Like many university cities, Leicester is having a close look at its attractiveness as a place for graduates to stay and work.
The benefits of establishing stronger graduate labour markets in hubs around the country seem compelling – regions will be enriched as knowledge centres through increased interplay of research, enterprise and graduate talent, businesses will see greater access to skills through robust graduate pipelines, and graduates will be better served to identify and transition into stimulating jobs with progression opportunities.
Graduate retention strategies concern high skills actualisation in the local labour market, aiming to realise the graduate premium for both the local economy and the individuals concerned. As universities ignite the rocket boosters under fresh projects to realise these benefits, early dissection of data is key.
Statutory data sets allow institutions to examine the past migration patterns of their students and graduates and the Higher Education Careers Service Unit (HECSU) has produced useful categories for breaking these down. In 2016, 45% of all graduates were “loyals”, who came from, went to university and went on to work in the same place.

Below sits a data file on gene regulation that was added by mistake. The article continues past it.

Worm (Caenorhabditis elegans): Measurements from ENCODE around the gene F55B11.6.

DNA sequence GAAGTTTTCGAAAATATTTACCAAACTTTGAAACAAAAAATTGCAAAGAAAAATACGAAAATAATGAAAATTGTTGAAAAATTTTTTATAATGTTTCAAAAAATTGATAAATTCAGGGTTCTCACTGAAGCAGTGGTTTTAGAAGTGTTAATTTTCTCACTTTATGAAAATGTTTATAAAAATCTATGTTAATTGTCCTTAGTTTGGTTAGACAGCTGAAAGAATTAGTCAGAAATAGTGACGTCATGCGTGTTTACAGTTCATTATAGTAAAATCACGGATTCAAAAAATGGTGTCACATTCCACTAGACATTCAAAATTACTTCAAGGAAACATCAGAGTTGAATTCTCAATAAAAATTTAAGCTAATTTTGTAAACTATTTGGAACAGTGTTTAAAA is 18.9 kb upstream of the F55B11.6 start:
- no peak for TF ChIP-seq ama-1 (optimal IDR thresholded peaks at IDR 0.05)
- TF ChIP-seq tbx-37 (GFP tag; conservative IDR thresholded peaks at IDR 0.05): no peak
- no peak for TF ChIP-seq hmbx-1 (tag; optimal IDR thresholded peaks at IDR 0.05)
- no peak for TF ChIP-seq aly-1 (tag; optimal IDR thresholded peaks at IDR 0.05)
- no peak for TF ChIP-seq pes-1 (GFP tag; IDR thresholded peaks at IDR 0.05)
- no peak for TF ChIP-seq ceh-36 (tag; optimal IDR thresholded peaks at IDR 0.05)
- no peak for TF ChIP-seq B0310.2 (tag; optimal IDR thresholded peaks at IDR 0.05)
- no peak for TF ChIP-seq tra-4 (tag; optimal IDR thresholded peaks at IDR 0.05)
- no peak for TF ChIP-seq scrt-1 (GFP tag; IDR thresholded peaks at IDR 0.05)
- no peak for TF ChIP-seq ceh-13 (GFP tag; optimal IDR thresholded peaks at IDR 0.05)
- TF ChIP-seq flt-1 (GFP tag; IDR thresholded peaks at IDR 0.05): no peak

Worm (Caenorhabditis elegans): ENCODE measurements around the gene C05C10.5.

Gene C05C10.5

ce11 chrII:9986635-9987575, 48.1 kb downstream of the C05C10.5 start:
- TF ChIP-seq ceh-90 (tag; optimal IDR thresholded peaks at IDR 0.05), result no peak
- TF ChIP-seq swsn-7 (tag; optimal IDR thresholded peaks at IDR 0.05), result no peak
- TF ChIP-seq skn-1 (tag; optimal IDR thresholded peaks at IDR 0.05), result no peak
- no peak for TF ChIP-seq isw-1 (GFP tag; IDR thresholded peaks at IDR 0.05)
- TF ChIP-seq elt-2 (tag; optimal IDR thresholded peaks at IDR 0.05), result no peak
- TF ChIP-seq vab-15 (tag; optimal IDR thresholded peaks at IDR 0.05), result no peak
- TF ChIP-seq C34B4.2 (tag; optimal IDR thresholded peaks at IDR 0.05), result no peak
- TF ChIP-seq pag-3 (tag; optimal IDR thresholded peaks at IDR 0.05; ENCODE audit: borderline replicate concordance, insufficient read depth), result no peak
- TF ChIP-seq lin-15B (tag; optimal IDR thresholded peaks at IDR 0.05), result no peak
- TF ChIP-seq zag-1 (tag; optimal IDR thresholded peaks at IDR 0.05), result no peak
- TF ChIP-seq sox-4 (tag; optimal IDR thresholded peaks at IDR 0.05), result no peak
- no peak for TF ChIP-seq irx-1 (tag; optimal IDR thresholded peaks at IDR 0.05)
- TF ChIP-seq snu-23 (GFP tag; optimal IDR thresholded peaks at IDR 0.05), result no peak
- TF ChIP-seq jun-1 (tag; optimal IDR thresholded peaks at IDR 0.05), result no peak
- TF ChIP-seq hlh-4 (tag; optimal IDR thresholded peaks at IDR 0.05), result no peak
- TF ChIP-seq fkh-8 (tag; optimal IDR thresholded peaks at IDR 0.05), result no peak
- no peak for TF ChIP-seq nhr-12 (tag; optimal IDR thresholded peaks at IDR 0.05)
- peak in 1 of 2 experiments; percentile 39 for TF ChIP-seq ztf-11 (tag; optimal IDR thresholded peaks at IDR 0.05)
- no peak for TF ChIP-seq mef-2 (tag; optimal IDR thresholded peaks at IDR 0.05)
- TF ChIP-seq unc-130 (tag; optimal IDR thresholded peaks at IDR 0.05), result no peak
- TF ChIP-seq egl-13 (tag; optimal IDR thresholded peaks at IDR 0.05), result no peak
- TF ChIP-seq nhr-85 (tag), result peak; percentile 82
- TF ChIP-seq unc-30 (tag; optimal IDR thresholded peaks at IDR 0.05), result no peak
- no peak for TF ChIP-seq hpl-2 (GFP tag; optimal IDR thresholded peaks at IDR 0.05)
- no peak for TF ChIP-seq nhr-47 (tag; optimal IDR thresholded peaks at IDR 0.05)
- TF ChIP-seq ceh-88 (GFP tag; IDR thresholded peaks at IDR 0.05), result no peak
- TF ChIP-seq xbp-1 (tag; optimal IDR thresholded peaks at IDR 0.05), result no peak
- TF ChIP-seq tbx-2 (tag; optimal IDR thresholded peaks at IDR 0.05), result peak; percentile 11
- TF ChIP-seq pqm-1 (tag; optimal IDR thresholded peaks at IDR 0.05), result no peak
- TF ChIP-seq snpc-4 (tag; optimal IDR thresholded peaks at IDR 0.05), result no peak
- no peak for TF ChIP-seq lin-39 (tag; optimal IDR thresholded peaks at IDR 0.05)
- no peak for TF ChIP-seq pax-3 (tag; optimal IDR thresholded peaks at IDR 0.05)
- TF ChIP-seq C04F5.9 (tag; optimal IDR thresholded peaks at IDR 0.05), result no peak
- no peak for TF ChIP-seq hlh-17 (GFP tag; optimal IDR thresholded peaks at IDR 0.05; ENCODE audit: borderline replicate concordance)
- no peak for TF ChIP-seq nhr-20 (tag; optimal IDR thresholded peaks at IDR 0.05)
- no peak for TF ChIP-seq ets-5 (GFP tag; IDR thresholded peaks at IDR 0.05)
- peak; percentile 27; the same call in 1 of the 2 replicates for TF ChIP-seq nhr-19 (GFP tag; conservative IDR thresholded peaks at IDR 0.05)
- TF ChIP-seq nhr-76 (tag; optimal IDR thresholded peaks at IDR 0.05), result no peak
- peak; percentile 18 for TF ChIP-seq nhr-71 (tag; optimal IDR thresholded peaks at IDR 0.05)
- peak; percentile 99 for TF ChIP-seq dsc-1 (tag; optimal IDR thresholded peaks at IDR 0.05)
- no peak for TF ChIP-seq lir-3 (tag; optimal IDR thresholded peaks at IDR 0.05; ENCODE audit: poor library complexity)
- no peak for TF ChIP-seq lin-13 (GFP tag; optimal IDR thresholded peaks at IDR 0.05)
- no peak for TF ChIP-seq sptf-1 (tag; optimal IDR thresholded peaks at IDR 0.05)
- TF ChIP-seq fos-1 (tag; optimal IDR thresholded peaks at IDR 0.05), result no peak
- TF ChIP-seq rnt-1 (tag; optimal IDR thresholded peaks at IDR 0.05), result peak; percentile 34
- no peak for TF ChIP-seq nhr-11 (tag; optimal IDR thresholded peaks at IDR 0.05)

A further 24% were “returners”, who moved away for university but back home again for work. “Stayers”, who moved away for university and stayed there for work, made up 13%. The final group, at 18%, were “incomers” – graduates who moved into a new place for work, having grown up and studied elsewhere.
Universities’ most immediate opportunity to increase graduate retention is to influence their likely loyals and potential stayers to progress into local high skilled work.
A new partnership project between Leicester City Council, De Montfort University and the University of Leicester has gathered students’ views on whether they would, or would not, want to stay and work in Leicester. The “Leicester Student Voice” event attracted 120 students of whom 84 were UK domiciled but not originally from Leicester.
These represent a portion of Leicester’s potential “stayers”, who, based on HECSU’s national analysis, would be much more likely than average to be in high skilled employment six months after graduation, and whose numbers tend to increase as a local economy gets stronger. Stayers are of high interest both to support strong institutional graduate outcomes scores and as barometers for the net success of local retention strategies.
Our research with these 84 potential stayers has highlighted a number of challenges particular to Leicester, but also produced findings of wider resonance for the sector. To start with, many of the students were found to have explored very little beyond the tight circle of the city centre.